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Día de los Muertos en México (izq) y Barbie latina lanzada por Mattel en 2015. Photo: Getty Images. 
Day of the Dead in Mexico (left) and Latina Barbie launched by Mattel in 2015 Photo: Getty Images.

A Barbie Catrina to celebrate the Mexican Día de Muertos

With colorful dresses and amazing makeup, collectors already have a place for Barbie Catrina on their altars.

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The Día de Muertos (Day of the Dead) celebrations are coming up, the time of year when Mexicans honor their dead with altars, parades, visits to cemeteries, and many other festivities.

Mattel, as usual, was not going to miss the celebration.

The company has just launched a new Barbie Catrina that is much more festive and colorful than the first one last year, who was dressed in rigorously black.

On this occasion, Mexican-American designer Javier Meabe wanted to reflect the joy and deep-rooted traditions of the country with a brunette Catrina wearing a colorful dress in shades of pink, with lace, pearls, and embroidered flowers, as well as a crown made up of skeleton hands. 

"As a Mexican-American designer, it was important for me to use my creative voice to design a doll that celebrates the bright colors and vivid textures of my culture, as well as the traditions I grew up with that are represented and celebrated in Barbie," Meaba said in a statement from Mattel. 

While the company emphasized the commitment with which Barbie was born, to "inspire girls to be who they want to be" and that "this year commemorates the lives of many women who have left their mark over time."

An inclusive doll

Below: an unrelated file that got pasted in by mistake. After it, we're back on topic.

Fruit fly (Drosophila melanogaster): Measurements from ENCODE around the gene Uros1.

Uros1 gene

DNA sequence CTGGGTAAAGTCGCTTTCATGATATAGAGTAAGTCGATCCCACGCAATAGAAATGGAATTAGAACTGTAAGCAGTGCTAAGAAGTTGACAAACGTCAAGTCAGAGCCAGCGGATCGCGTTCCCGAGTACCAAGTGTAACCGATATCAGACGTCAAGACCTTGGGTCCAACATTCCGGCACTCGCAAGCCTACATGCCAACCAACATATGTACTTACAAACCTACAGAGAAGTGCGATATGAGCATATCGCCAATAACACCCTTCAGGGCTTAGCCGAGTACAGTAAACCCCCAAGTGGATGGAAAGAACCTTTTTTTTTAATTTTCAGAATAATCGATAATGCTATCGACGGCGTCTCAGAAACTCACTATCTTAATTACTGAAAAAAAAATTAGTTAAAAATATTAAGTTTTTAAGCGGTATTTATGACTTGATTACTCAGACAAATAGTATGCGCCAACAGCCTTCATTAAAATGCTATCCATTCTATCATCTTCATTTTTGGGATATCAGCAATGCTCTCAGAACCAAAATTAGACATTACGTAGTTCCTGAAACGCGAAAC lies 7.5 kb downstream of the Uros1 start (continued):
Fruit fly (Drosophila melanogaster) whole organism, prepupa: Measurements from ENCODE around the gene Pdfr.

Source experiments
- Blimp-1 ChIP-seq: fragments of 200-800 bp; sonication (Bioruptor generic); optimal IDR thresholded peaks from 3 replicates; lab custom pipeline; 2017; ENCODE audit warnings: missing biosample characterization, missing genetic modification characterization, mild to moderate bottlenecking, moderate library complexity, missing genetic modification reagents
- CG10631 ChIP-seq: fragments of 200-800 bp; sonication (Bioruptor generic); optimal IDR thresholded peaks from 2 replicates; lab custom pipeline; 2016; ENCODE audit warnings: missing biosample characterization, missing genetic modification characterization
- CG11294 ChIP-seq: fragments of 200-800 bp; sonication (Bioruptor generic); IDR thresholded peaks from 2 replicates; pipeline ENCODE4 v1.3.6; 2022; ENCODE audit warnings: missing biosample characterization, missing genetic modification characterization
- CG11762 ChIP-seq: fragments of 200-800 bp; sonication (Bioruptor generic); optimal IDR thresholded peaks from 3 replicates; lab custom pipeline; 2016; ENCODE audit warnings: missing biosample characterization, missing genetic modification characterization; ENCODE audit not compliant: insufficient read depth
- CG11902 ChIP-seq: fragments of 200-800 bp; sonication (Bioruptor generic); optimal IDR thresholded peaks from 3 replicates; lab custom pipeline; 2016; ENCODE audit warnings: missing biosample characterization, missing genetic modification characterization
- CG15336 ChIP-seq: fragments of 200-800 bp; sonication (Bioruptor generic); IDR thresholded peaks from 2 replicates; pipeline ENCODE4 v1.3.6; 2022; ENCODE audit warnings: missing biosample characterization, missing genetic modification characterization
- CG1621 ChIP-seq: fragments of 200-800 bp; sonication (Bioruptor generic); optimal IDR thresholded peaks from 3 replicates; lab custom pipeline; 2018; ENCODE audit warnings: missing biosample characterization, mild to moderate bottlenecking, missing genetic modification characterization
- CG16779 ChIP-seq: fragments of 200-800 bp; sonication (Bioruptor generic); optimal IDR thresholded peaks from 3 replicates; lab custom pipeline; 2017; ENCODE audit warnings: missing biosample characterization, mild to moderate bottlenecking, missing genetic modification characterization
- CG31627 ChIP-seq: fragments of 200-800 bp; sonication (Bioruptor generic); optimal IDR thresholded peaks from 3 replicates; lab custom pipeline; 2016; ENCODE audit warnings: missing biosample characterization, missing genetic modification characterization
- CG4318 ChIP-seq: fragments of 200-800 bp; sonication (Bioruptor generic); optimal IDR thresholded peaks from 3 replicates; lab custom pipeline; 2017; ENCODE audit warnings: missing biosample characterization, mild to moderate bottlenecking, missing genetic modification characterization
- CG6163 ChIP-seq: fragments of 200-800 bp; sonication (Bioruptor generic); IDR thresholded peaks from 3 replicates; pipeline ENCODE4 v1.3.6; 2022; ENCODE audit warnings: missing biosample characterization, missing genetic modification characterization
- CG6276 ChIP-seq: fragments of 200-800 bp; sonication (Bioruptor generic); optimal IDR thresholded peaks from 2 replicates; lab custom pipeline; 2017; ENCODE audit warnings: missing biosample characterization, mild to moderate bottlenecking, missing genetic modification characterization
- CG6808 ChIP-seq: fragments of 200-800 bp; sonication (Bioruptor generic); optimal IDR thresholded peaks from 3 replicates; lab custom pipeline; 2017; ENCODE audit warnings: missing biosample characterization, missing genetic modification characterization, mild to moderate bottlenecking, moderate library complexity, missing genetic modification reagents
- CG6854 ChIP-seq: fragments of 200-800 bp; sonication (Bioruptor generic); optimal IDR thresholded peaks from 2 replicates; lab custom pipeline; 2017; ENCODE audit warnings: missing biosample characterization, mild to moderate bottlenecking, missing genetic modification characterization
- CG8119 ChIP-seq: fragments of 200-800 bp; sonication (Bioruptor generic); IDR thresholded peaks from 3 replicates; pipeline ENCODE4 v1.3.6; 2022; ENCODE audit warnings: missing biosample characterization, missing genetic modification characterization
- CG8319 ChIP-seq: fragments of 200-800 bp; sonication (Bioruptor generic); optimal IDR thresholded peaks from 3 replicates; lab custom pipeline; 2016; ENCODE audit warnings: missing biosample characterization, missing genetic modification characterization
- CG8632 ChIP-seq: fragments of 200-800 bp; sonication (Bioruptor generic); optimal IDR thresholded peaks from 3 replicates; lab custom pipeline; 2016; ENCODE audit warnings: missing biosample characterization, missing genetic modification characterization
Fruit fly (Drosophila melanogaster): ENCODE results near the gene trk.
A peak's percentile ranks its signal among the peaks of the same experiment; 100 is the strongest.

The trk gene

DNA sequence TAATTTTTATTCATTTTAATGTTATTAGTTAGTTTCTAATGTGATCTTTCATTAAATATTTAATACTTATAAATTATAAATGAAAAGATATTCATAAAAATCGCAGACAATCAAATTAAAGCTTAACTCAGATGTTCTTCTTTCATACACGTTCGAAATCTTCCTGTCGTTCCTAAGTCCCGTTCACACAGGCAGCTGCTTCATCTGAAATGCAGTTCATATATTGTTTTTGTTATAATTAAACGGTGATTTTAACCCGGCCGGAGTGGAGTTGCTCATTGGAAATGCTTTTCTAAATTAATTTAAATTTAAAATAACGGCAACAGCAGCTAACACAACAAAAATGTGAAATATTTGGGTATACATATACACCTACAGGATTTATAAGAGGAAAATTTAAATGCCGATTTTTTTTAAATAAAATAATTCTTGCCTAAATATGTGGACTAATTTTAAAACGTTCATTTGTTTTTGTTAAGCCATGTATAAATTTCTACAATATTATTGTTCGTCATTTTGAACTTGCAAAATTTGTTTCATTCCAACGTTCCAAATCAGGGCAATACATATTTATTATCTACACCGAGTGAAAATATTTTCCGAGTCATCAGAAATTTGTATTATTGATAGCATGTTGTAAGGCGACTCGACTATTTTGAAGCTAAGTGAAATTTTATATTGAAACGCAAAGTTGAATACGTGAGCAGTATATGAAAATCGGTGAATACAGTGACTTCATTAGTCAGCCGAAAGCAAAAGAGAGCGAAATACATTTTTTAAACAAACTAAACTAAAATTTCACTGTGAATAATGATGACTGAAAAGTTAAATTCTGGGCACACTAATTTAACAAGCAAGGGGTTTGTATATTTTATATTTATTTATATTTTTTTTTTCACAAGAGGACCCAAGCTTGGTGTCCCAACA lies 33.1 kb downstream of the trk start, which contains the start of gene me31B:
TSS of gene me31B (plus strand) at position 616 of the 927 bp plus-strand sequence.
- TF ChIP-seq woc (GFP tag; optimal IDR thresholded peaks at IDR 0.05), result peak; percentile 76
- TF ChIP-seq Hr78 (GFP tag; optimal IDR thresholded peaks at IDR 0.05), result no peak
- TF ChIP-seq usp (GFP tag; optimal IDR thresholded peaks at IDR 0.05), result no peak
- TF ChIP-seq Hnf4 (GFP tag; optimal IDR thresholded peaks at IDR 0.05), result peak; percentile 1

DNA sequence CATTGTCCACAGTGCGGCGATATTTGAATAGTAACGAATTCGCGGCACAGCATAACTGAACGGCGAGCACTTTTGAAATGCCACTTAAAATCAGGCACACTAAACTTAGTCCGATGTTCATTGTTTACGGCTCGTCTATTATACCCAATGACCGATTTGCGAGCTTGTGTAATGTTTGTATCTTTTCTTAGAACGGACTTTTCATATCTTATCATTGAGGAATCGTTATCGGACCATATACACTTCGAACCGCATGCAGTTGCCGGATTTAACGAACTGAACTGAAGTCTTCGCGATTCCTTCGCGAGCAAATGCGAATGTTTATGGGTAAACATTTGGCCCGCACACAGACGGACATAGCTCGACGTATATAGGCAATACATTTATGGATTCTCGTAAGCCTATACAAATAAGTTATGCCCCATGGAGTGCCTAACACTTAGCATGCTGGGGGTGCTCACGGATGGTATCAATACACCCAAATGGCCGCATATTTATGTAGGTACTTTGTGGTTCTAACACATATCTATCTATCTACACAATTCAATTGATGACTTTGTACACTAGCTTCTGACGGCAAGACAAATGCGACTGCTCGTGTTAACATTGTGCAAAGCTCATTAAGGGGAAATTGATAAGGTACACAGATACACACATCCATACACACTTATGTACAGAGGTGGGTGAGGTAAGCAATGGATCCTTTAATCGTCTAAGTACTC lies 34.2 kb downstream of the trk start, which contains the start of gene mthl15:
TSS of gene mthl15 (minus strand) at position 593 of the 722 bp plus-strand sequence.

Even if you only represent women with tiny waists, long legs, and big breasts, there is no point in lying. 

Since Mattel began its journey, Barbie has adapted to the social and cultural changes of her time to be as diverse as possible. 

Her predecessor, Bild Lilli, emerged as a "blonde bombshell." When Ruth Handler discovered Bild on a trip to Switzerland in 1956, she was sure that it would be a real coup to create a "liberated" doll that would dress fashionably and make her life so she could inspire girls to take on other social roles. 

In the 1960s, Barbie met Ken, and they moved into a house. These were years of transformation after she spent a decade playing the sober and "perfect" Grace Kelly, and the first African-American Barbie dolls also appeared (although with the same features as the Caucasian). 

Towards the end of the era, controversy broke out with a ridiculous weight loss advice book attached as a Barbie accessory, and even a scale. 

Then came Malibu Barbie. She became an American icon, painted by Warhol himself, and who took a much more active and conscious role in society, including dolls in wheelchairs, breaking her eternal romance with Ken, or tattooing her entire body.

Today, anyone can find in the stores Asian, mixed-race, African-American, Native American Barbies that represent the great racial and cultural plurality in which we live, but also the great diversity of gender.

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